When I first met Adnan Hamid, Breker’s CEO, his philosophical understanding of verification and its implications for electronics was as crystal clear then as it is now. He sees it as the enabler for greater innovation in chips and beyond, and takes it as his life’s mission. His passion was inspiring to me and I did not hesitate for a second when we decided to jointly start Breker. Throughout our journey, I have watched the market converge with what we are building at Breker, and have come to better appreciate my partner, the visionary man. (more…)
Posts Tagged ‘TrekSoC-Si’
When we first began offering our Trek family of products for what’s now known as portable stimulus, we talked a lot about vertical and horizontal reuse. Vertical reuse means that you can create a scenario model for individual IP blocks and generate test cases to run in their UVM testbenches, then move up to clusters and subsystems. The IP models can simply be plugged together to form a higher-level model from which appropriate higher-level test cases can be generated.
At the full-SoC level, you can generate C test cases that run on your embedded processors. Horizontal reuse is the ability to move from simulation to hardware (acceleration/emulation, FPGA prototypes, and silicon) while generating appropriate tests for these platforms from the same SoC scenario model. We generally described both forms of reuse in a unidirectional flow. However, bidirectionality is very valuable and, we believe, essential for portable stimulus. Let’s cover that topic in today’s blog post.
Recently, SemiconductorEngineering published the three–part series “System-Level Verification Tackles New Role” as part of its ongoing “Experts at the Table” discussions. The format is simple–an editor sits down with four or five industry experts to discuss a particular topic–but the debate can be lively and the result educational. Breker participates in these roundtables as often as we can, focusing of course on verification among the many technical topics covered by the site.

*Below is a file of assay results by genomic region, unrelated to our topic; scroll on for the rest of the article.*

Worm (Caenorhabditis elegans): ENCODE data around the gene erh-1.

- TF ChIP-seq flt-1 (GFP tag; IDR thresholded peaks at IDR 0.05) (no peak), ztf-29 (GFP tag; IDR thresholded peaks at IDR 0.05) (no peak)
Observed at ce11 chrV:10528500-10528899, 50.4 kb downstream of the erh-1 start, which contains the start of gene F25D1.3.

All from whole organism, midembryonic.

In advertising a “new role” for system-level verification, this particular series was not overstating the case. We tend to talk a lot about the evolution of verification in general, especially for system-on-chip (SoC) devices and multi-SoC systems. But in some ways what is happening now with our products and the Accellera portable stimulus standardization effort is more revolutionary than evolutionary. So which is it? We’ll attempt to answer that question in today’s post here on The Breker Trekker blog.
Over the more than three years of posts here on The Breker Trekker blog, you’ve seen us reference our TrekBox runtime component on many occasions. We mention it in many contexts: test case visualization, memory usage visualization, test case status, test case debugging, system-level coverage, performance analysis, I/O interfacing, UVM testbench control, and more. We’ve never had a post on TrekBox itself, so today we rectify that and fill in a few details that we haven’t discussed before.